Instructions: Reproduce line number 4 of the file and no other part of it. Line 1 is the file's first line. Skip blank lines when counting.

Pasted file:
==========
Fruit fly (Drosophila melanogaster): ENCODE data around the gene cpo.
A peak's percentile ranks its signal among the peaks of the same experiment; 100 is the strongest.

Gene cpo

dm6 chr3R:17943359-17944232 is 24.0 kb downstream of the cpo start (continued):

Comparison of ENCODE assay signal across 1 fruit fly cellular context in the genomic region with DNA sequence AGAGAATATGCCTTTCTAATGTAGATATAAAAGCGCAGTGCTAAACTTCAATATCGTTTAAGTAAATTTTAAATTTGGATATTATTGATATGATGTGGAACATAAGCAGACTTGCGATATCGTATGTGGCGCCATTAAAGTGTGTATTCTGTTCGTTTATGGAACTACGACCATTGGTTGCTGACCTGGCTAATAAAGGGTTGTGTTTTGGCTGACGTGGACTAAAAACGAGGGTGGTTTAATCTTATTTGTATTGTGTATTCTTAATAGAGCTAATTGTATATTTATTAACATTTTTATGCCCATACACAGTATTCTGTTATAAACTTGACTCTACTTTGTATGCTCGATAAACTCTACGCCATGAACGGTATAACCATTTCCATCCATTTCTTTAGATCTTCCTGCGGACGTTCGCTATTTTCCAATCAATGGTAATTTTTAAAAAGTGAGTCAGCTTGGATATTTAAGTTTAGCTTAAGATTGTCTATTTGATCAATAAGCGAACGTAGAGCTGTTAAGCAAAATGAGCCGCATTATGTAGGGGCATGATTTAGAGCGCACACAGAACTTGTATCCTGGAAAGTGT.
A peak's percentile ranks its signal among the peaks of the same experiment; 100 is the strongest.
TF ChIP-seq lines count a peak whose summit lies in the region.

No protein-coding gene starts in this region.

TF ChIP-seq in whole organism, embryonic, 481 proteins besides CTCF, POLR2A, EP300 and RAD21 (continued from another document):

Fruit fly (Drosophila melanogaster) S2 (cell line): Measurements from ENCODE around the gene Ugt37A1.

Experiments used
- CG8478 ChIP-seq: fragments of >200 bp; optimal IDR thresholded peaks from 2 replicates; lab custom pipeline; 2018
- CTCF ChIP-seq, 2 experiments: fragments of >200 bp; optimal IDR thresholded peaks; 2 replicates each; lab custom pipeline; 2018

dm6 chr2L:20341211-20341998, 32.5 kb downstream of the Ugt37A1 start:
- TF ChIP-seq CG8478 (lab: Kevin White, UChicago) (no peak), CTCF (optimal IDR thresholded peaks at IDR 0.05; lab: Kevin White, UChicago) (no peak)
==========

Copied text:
dm6 chr3R:17943359-17944232 is 24.0 kb downstream of the cpo start (continued):